The Great Barrier Reef is an amazing place. It is full of rare and unique animals and plants. There are many questions about the reef that people have. So let us just jump in and sort out the answers to some of the most common questions that people have.
A good description of the Great Barrier Reef is the world's largest coral reef system. It is a system because it is not just one reef, but in fact it is around 3,000 coral reefs, 600 continental islands, 300 coral cays (small, low-elevation, sandy islands formed on the surface of coral reefs) and about 150 inshore mangrove islands.
It is located in the Coral Sea (what a great name for a sea that has the worlds largest coral reef system!) off the coast of Queensland, Australia.
The size of the Great Barrier Reef is huge. The entire marine park covers an area of 344,400 km². This is the size of about 136 million Olympic sized swimming pools or 70 million football fields, which makes it about the size of Germany, the Philippines, Finland or Norway.
There seems to be some confusion between people about the length of the reef system, with many different websites stating anywhere between 2,300 kms - 3,000 kms. However, according the the official Australian Government Great Barrier Reef Marine Park Authority website, it is 2,300 kms long. Which is still very long. If you walked 30 kms a day, it would take you two and a half months to walk the length of it.
It has an average depth of 35 metres along its inner reefs, while on the outer reefs the continental slopes extend down to depths of more than 2,000 metres. But for the average person visiting the reef a depth of 35 meters would be about what you'd expect to encounter.
Reefs. And lots of them. Around 3,000 reefs to be exact. Reefs themselves are made up of corals. Coral is in fact an animal (called a Coral Polyp) not a plant. When there is enough hard corals together they form reefs.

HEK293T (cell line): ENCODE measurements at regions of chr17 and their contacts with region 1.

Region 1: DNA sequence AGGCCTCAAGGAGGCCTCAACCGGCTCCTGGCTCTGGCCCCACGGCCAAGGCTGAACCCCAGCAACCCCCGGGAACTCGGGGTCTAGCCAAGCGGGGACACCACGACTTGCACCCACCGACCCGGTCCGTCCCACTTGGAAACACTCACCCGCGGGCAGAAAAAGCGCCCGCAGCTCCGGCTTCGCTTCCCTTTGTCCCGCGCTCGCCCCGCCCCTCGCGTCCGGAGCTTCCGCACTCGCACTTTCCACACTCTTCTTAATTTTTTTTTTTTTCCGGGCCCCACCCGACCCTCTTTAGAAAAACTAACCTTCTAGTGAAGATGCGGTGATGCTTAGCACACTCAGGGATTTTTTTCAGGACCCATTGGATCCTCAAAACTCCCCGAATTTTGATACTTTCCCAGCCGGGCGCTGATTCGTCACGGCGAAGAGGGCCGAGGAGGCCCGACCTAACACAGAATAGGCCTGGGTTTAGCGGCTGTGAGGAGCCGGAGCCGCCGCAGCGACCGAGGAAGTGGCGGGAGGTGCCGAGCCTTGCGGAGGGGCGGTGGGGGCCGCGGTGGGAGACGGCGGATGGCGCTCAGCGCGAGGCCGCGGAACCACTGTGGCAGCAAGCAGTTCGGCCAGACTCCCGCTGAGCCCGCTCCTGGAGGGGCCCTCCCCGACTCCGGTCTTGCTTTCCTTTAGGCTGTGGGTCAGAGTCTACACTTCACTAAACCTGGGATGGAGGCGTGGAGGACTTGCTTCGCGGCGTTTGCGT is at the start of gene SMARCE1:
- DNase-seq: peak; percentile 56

Corals make a calcium carbonate skeleton that looks similar to a rock and have a symbiotic relationship with plant-like cells called zooxanthellae. They build these skeletons for protection and support. For more information about corals I recommend this excellent website: http://www.teachoceanscience.net.
As mentioned above, hard corals build skeletons for protection and support. To do this, a coral polyp secretes layer upon layer of calcium carbonate underneath its body. As time goes by, the skeleton grows larger and larger, and the polyp lives on its outside edge. So in fact, the Great Barrier Reef is nothing more than masses of old coral skeletons.
The CRC Reef Research Centre estimates the age of the present, living reef structure at 6,000 to 8,000 years old. (this is according to the official wikipedia page on the Great Barrier Reef, which can be found here.
There are many different ecosystems at work in the Great Barrier Reef, and there are 14 coastal ecosystems of which are considered to be "highly important" to the healthy functioning of the reef in general.
They are: coral reefs, lagoon floor, islands, open water, sea grasses, coastline, estuaries, freshwater wetlands, forested floodplain, heath and shrublands, grass and sedgelands, woodlands, forests and rainforests. It is quite a complex topic, for more detailed information you can have a look at the Great Barrier Reef Marine Park Authority website.
Due to its tropical location, the reef has warm and sunny weather almost all year round. The water is warm enough that you can swim all year long.
It has two seasons, unlike the standard four seasons that temporal locations have. These seasons are the Wet and Dry seasons. During the dry season it is cooler and there is almost never any rain. During the wet season it it humid, warmer and it buckets down rain.
The Dry season (or winter) typically starts in May and ends in October. There is lots of sunshine, fresh breezes and low humidity. The Wet season (or summer) is typically from November to April. It refreshes the region with tropical downpours in an afternoon and the occasional dramatic electrical storms and cyclones.
November and March Tropical North Queensland is home to the box jellyfish, so it is recommended you only swim in special enclosures that are erected around most popular swimming beaches. There can also be crocodiles in the area - you should always check with locals if it is safe to swim.
For more information on weather around the Great Barrier Reef visit the Bureau of Meteorology.
Because the reef is in a tropical location, the water temperature is very warm all year round.
Here are the average long term water temperatures at Davies Reef diving platform, which is located close to Townsville, a little south of the centre of the reef.
These temperatures are at a depth of 4 metres. These temperatures are even warmer at the surface.
This data was kindly provided by data.aims.gov.au.
For more details please go to the Great Barrier Reef maps & location page.